November 30, 2007

Seeking the Face of the Lord

We want without delay, but Advent is about what’s worth waiting for

Waiting for a flight at the airport, it is not uncommon to observe people talking and gesturing enthusiastically, yet clearly they are not talking to each other or to anyone nearby.

I have observed people at the cashier’s station in the grocery talking away, but not to the cashier or anyone else in the grocery line. I used to be mystified, but I now realize that these folks have a barely visible headset cell phone; it is hardly visible even close up.

There’s no doubt that wireless communication has made things easier for many people, including me. But I wonder if speed and accessibility don’t also carry hazards.

Instant messages are sent in expectation of instant responses. The technology is a wonder but, as a friend of mine remarks, the expectation of instantaneousness causes everyone’s engines to rev up a few thousand revolutions, adding stress to already overloaded lives. The convenience needs to be complemented by space for rest and refuge.

Secondly, wireless communication has the unfortunate consequence of intentionally diverting our attention from where we actually are at the moment to faraway places. We talk and gesture at the air, and make long-distance arrangements with unseen people while ignoring the people right next to us. The convenience also needs an antidote against ­individualism.

Here I suggest that these effects of instantaneous wireless communication can have negative spiritual side effects.

These thoughts come to mind as I reflect on the meaning of Advent, the liturgical season we enter this coming weekend. Advent has to do with presence and waiting.

In one of his teachings, Pope Benedict XVI reminds us that “Advent” is a Latin word that can be translated as “presence” or “coming.”

In ancient literature, the word referred to the coming presence of an important personage, like a king, or it was applied to the emerging presence of a deity. The word adapted to our Christian liturgical experience refers to the “new” beginning of a presence of the true God in our world and the fullness to come.

And so we will celebrate the coming of the Son of God at Christmas. The birth of Jesus in Bethlehem is an annual celebration of a “new” presence of God in our midst. But we still await the fullness of God’s coming at the end of this world when Christ will come again in glory to lead us to the house of the Father.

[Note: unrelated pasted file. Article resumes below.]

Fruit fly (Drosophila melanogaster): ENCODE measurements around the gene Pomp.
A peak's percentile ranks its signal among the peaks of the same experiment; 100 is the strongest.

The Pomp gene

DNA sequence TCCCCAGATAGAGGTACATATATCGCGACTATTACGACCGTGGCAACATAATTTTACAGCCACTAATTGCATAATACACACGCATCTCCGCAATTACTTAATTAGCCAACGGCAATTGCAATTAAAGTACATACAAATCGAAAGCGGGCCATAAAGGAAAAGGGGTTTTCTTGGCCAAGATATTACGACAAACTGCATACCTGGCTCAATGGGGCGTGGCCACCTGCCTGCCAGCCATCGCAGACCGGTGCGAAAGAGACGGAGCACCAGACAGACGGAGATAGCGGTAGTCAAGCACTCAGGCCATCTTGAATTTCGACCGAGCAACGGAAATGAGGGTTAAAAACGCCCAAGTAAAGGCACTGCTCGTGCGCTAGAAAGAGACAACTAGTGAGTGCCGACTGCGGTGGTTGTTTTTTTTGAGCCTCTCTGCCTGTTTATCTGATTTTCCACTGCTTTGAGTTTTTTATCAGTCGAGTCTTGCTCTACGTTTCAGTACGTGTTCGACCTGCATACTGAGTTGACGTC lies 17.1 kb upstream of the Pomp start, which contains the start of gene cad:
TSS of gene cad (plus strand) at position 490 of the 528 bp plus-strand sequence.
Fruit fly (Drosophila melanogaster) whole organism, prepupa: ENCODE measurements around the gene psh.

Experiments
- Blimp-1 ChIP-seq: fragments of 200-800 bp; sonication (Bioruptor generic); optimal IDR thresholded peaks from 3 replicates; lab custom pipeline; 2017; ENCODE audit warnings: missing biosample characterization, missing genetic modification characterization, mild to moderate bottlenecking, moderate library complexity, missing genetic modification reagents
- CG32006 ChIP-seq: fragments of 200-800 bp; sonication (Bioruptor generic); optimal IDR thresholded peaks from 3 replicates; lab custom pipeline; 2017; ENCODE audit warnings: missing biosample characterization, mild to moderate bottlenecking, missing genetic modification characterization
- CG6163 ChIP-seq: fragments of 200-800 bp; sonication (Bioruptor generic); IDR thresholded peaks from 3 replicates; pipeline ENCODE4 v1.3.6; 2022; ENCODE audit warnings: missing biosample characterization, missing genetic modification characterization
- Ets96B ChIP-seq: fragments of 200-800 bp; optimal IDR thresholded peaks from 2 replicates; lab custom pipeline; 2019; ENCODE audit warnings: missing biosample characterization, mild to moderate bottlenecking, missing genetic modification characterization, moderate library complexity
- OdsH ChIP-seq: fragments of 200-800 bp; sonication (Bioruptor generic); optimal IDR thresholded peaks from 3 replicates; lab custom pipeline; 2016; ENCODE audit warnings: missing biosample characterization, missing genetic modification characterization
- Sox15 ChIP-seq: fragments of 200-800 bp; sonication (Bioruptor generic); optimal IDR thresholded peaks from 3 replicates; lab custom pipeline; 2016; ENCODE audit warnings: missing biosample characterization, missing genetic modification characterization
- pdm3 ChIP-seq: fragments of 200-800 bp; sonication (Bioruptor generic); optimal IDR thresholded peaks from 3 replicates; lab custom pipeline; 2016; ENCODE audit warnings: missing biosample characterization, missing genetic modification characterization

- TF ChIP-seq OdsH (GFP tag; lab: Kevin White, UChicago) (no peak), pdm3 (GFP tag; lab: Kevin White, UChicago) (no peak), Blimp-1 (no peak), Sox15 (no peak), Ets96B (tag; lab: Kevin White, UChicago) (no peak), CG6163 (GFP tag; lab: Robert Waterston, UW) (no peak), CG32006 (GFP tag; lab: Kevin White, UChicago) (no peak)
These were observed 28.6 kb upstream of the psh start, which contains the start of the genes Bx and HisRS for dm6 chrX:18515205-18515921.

We celebrate “God with us” even as we wait for and anticipate the final coming.

An important aspect of Advent is a waiting that is full of hope. The Church’s celebration of Advent helps us understand the meaning of the uniquely Christian dimension of time in this world of ours.

Pope Benedict has observed, “Waiting itself becomes too heavy a burden to bear, when we cannot be sure whether we will really have anything at all to wait for.” He knows that much of our human experience of life has to do with waiting. We are always hoping for better times. Waiting with Christian hope makes all the difference.

Yet in our world of instantaneous messaging, we are less and less patient with waiting for better times. This can cause us to be diverted to a search for more instant gratification in a material sense. What do I do if God does not seem to answer my prayers as swiftly as I would like? What if when I pray I feel like I am speaking to the air and wonder if anyone is listening?

I suggest that as we begin the hopeful season of Advent and anticipate the wonder of Christmas, we take a measure of our willingness to embrace a Christian understanding of waiting that calls for patience. This, of course, implies that we believe in God and that our reason for hope is invested in our belief in Jesus, who has already come among us.

It is in the Eucharist, more than any other place or time, where God is present to us and gives himself to us in his Son. Nothing can build and strengthen our faith and hope like frequent attendance at Mass. And I encourage us to seek refuge and rest from the stress of this fast-paced world before the tabernacles of our parish churches and adoration chapels.

The Advent lesson we might want to embrace is a greater understanding that we do not wait for God because he is far away. We wait for him because he is near, he is here, in more ways than we can count.

If we make the connection in faith, we have only to watch, to listen, to notice those around us, and to make ourselves present to him.

Advent patience and peace are not at all far away. †

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